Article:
In the scripture reading today, Jesus accuses the Pharisees of preferring “to have the place of honor at banquets and the best seats in the synagogues,” and taking delight in honorific titles.  That’s hypocritical!  The true way of God is not pretentious at all.  It is the way of authentic humility – the message of lowliness Jesus emphasized throughout his ministry.  You heard his voice in verses 11 and 12: “The greatest among you will be your servant… all who humble themselves will be exalted.”  Jesus is looking for genuineness, transparency, the attitude of the person who is not seeking personal gain or recognition, but simply the opportunity of doing service.  That matters, not the pretense or the hypocrisy of the scribes and Pharisees.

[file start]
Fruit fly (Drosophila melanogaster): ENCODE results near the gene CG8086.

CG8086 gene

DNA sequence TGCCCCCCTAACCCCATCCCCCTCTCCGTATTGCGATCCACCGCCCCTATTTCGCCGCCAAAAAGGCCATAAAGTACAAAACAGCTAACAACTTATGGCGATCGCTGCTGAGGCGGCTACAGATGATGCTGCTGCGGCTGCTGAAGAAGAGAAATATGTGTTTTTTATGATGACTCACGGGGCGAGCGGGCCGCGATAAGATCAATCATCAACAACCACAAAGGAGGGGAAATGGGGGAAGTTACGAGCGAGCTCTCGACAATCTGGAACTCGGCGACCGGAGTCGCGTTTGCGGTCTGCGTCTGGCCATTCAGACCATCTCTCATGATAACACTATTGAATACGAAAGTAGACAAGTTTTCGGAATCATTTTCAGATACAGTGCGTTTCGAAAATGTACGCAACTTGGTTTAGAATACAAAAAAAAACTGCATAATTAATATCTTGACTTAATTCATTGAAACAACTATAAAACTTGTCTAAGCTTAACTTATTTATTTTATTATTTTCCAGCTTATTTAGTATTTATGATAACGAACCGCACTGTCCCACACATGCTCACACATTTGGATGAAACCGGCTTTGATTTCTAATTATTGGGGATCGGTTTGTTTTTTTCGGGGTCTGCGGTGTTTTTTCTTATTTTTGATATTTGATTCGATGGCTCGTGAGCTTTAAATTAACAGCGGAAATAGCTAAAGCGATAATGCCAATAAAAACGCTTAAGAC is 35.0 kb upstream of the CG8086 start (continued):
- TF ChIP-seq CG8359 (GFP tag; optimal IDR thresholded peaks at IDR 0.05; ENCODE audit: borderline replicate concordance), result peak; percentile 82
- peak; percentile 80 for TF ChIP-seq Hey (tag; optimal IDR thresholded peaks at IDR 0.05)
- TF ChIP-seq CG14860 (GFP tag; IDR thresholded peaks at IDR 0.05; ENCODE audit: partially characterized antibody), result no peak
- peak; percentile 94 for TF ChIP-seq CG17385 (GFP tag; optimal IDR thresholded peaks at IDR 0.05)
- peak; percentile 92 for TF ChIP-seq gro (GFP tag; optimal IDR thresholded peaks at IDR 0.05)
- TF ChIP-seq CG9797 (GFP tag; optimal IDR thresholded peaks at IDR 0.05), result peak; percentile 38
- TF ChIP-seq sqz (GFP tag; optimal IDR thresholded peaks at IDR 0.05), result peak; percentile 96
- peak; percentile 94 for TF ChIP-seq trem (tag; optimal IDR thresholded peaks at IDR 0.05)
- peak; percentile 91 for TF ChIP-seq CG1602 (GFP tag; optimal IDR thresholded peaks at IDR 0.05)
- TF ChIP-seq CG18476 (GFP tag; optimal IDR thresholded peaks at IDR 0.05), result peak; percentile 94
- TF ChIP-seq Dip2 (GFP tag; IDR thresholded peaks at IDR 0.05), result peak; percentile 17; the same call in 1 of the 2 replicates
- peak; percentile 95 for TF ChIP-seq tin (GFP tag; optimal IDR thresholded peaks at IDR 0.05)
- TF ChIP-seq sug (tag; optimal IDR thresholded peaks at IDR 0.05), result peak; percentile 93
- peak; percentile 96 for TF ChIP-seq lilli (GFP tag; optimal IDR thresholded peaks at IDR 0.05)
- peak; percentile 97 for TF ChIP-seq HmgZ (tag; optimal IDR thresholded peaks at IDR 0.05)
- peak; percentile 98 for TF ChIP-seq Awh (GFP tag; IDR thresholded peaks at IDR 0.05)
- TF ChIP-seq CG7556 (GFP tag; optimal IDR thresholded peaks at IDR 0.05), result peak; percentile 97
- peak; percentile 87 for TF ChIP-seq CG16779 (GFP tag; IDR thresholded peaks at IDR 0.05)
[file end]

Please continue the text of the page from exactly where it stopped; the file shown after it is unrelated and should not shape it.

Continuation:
Today is the day after All Saints Day.  And it would be appropriate to apply our consideration of labels to someone who was called a “saint” for all the right reasons, Francis of Assisi.  Although Francis was born into a merchant class family and enjoyed all the benefits of the new monetary economy in Europe, he had a profound religious experience early in life that led him to embrace a life of poverty.  Voluntarily, he gave to the poor all he had and if his parents gave him more, he gave that away too.  Dressed in rags, he spent his time praising the beauty of poverty to any who would listen.  He would work to rebuild abandoned chapels and went off frequently to enjoy the beauty and harmony of nature.  At one time, his father had him locked up in a cellar and appealed to the authorities.  The bishop decided that, if Francis was not willing to use his family’s wealth responsibly, then he must give it up.  So he gave up his inheritance and even returned the clothes he was wearing to his father.  He left naked into the woods, where he lived as a hermit.  In late 1209, he heard a reading of the Gospel of Matthew (chapter 10) where Jesus sends his disciples out to PREACH, taking with them no gold or silver.  After that, he merged his voluntary poverty with preaching and identified with those who were poor out of necessity.  After this conversion, he ‘Lived Up to the Label’ of a devoted Christian until the end of his life.  His final words were: “I have done my duty.  Now, may Christ let you know yours.  Welcome, sister death!”